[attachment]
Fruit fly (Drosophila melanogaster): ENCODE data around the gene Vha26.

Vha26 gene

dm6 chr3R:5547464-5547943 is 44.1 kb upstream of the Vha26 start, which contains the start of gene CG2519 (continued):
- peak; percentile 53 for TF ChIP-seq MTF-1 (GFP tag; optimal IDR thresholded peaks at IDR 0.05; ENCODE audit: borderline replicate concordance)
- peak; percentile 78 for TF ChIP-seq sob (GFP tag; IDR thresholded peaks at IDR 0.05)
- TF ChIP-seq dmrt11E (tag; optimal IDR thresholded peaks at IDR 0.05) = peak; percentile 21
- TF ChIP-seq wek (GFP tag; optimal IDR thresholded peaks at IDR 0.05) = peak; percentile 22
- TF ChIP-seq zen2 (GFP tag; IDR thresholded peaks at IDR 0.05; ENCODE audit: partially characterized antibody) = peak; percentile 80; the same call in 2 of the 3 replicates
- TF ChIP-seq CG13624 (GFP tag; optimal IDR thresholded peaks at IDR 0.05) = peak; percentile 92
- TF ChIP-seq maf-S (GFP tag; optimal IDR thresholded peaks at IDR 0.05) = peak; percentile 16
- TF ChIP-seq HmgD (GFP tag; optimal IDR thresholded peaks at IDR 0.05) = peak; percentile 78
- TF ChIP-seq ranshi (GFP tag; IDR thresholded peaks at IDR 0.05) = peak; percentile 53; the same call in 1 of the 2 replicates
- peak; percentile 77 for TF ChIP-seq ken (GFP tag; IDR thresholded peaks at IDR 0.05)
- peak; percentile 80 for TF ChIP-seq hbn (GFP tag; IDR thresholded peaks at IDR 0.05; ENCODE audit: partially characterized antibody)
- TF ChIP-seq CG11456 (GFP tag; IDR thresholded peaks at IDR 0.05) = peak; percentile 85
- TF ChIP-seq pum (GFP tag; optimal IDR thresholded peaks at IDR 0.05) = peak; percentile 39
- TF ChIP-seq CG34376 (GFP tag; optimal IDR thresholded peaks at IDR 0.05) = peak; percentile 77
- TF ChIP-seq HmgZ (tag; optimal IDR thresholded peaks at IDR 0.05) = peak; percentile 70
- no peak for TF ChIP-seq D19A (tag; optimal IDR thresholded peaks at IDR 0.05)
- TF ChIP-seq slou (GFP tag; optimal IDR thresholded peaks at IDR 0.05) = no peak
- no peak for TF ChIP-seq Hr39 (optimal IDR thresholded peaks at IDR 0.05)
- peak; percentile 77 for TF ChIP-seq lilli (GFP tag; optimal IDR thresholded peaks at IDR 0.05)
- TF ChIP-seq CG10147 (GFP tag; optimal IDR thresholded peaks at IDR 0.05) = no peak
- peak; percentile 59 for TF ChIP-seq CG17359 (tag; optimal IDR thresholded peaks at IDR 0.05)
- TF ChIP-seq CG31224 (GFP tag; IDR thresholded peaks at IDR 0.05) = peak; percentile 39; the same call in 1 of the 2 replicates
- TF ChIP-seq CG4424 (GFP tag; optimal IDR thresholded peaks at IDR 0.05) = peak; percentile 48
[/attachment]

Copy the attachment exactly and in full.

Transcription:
Fruit fly (Drosophila melanogaster): ENCODE data around the gene Vha26.

Vha26 gene

dm6 chr3R:5547464-5547943 is 44.1 kb upstream of the Vha26 start, which contains the start of gene CG2519 (continued):
- peak; percentile 53 for TF ChIP-seq MTF-1 (GFP tag; optimal IDR thresholded peaks at IDR 0.05; ENCODE audit: borderline replicate concordance)
- peak; percentile 78 for TF ChIP-seq sob (GFP tag; IDR thresholded peaks at IDR 0.05)
- TF ChIP-seq dmrt11E (tag; optimal IDR thresholded peaks at IDR 0.05) = peak; percentile 21
- TF ChIP-seq wek (GFP tag; optimal IDR thresholded peaks at IDR 0.05) = peak; percentile 22
- TF ChIP-seq zen2 (GFP tag; IDR thresholded peaks at IDR 0.05; ENCODE audit: partially characterized antibody) = peak; percentile 80; the same call in 2 of the 3 replicates
- TF ChIP-seq CG13624 (GFP tag; optimal IDR thresholded peaks at IDR 0.05) = peak; percentile 92
- TF ChIP-seq maf-S (GFP tag; optimal IDR thresholded peaks at IDR 0.05) = peak; percentile 16
- TF ChIP-seq HmgD (GFP tag; optimal IDR thresholded peaks at IDR 0.05) = peak; percentile 78
- TF ChIP-seq ranshi (GFP tag; IDR thresholded peaks at IDR 0.05) = peak; percentile 53; the same call in 1 of the 2 replicates
- peak; percentile 77 for TF ChIP-seq ken (GFP tag; IDR thresholded peaks at IDR 0.05)
- peak; percentile 80 for TF ChIP-seq hbn (GFP tag; IDR thresholded peaks at IDR 0.05; ENCODE audit: partially characterized antibody)
- TF ChIP-seq CG11456 (GFP tag; IDR thresholded peaks at IDR 0.05) = peak; percentile 85
- TF ChIP-seq pum (GFP tag; optimal IDR thresholded peaks at IDR 0.05) = peak; percentile 39
- TF ChIP-seq CG34376 (GFP tag; optimal IDR thresholded peaks at IDR 0.05) = peak; percentile 77
- TF ChIP-seq HmgZ (tag; optimal IDR thresholded peaks at IDR 0.05) = peak; percentile 70
- no peak for TF ChIP-seq D19A (tag; optimal IDR thresholded peaks at IDR 0.05)
- TF ChIP-seq slou (GFP tag; optimal IDR thresholded peaks at IDR 0.05) = no peak
- no peak for TF ChIP-seq Hr39 (optimal IDR thresholded peaks at IDR 0.05)
- peak; percentile 77 for TF ChIP-seq lilli (GFP tag; optimal IDR thresholded peaks at IDR 0.05)
- TF ChIP-seq CG10147 (GFP tag; optimal IDR thresholded peaks at IDR 0.05) = no peak
- peak; percentile 59 for TF ChIP-seq CG17359 (tag; optimal IDR thresholded peaks at IDR 0.05)
- TF ChIP-seq CG31224 (GFP tag; IDR thresholded peaks at IDR 0.05) = peak; percentile 39; the same call in 1 of the 2 replicates
- TF ChIP-seq CG4424 (GFP tag; optimal IDR thresholded peaks at IDR 0.05) = peak; percentile 48